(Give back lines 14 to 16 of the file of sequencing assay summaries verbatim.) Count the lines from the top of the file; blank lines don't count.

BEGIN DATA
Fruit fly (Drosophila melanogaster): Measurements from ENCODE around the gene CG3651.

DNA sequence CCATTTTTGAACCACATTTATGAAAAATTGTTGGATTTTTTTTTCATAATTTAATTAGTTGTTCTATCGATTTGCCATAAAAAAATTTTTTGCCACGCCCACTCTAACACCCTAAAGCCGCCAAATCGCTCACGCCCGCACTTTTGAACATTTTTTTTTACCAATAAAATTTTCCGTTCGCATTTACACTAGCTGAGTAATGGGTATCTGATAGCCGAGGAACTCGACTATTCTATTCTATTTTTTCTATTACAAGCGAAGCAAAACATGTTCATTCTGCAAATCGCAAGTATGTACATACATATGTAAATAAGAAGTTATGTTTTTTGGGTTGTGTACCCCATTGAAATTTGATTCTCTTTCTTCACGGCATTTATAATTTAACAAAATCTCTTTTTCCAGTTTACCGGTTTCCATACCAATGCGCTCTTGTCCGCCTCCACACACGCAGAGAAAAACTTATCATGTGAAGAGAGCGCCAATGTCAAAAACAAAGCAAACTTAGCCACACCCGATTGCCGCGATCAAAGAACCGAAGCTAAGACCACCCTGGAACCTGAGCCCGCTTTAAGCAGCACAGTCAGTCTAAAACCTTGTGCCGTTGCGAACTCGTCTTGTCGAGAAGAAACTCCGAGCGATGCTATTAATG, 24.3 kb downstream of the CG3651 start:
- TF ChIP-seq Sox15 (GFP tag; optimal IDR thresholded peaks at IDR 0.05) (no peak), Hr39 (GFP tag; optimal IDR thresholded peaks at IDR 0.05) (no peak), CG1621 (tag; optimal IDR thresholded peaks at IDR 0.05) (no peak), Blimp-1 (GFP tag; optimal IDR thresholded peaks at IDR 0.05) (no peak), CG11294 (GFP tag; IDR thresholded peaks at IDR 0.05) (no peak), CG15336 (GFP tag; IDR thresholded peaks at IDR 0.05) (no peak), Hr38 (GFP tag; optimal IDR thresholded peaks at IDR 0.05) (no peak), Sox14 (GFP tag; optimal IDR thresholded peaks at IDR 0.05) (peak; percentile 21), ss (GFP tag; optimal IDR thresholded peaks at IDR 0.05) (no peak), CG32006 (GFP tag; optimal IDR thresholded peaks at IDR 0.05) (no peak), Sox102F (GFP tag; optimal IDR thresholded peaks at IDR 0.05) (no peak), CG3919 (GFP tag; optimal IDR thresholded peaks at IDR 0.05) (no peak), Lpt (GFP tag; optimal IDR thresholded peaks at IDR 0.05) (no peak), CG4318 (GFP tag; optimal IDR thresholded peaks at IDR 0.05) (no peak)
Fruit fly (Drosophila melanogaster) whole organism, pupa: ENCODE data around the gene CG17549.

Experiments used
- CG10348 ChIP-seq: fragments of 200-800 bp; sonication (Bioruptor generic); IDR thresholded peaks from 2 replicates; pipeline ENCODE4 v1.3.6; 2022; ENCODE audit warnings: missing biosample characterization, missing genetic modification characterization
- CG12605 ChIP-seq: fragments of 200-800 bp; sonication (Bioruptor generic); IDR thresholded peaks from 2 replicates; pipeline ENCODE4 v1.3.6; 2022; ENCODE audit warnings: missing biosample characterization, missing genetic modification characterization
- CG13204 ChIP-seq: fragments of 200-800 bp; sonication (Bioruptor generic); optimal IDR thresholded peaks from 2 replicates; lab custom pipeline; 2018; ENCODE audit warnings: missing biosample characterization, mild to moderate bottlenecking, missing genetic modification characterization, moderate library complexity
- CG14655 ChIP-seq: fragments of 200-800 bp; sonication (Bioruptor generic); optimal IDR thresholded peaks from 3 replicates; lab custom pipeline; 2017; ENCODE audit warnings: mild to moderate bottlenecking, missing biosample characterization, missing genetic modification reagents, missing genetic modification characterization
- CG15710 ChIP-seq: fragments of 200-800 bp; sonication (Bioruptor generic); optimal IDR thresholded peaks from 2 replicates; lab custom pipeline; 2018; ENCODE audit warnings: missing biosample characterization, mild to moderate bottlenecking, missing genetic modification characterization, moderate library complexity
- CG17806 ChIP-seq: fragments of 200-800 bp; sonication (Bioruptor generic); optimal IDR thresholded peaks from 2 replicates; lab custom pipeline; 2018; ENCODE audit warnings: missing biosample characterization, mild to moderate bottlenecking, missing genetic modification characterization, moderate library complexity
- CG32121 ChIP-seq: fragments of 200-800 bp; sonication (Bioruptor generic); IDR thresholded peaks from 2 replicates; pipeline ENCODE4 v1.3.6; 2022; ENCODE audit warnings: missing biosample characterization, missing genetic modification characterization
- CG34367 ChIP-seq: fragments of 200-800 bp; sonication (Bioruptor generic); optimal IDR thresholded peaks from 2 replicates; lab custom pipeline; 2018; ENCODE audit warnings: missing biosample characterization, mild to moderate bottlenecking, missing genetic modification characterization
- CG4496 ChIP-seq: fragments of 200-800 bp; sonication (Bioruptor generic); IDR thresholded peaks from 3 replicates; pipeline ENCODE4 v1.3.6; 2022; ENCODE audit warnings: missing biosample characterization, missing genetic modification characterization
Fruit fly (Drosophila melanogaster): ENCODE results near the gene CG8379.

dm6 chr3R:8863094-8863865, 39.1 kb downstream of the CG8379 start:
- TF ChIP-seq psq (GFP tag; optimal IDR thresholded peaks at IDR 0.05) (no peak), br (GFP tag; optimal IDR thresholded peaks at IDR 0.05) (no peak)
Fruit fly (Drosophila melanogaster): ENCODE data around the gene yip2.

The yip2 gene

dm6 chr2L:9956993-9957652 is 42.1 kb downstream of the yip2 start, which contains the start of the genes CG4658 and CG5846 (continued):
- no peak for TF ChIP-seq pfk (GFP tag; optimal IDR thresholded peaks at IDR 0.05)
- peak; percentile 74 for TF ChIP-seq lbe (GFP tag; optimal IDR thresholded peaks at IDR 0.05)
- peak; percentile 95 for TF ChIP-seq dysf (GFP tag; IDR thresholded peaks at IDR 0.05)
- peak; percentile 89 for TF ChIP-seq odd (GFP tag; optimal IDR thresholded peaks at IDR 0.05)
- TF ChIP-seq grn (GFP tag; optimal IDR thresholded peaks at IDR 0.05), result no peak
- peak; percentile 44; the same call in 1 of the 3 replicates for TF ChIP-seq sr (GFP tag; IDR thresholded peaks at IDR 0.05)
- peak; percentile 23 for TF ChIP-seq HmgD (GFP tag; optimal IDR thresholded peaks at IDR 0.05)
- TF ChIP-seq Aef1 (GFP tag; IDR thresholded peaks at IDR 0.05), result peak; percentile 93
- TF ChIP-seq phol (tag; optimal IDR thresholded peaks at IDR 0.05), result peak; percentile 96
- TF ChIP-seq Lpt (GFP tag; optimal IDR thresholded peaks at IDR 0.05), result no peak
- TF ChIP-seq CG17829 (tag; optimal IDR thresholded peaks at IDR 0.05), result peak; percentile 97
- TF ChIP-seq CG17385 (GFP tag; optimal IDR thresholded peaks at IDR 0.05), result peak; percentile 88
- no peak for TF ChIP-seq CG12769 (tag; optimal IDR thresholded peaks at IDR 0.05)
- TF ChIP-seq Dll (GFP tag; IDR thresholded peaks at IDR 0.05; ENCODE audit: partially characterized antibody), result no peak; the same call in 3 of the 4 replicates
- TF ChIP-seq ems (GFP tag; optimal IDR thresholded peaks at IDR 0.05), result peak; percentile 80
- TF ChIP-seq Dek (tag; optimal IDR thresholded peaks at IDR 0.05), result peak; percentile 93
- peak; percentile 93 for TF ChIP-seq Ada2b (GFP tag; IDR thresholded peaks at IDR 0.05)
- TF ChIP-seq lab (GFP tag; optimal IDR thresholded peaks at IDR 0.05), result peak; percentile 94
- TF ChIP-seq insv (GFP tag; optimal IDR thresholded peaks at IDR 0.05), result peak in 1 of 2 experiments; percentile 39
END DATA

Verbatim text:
- CG4496 ChIP-seq: fragments of 200-800 bp; sonication (Bioruptor generic); IDR thresholded peaks from 3 replicates; pipeline ENCODE4 v1.3.6; 2022; ENCODE audit warnings: missing biosample characterization, missing genetic modification characterization
Fruit fly (Drosophila melanogaster): ENCODE results near the gene CG8379.

dm6 chr3R:8863094-8863865, 39.1 kb downstream of the CG8379 start: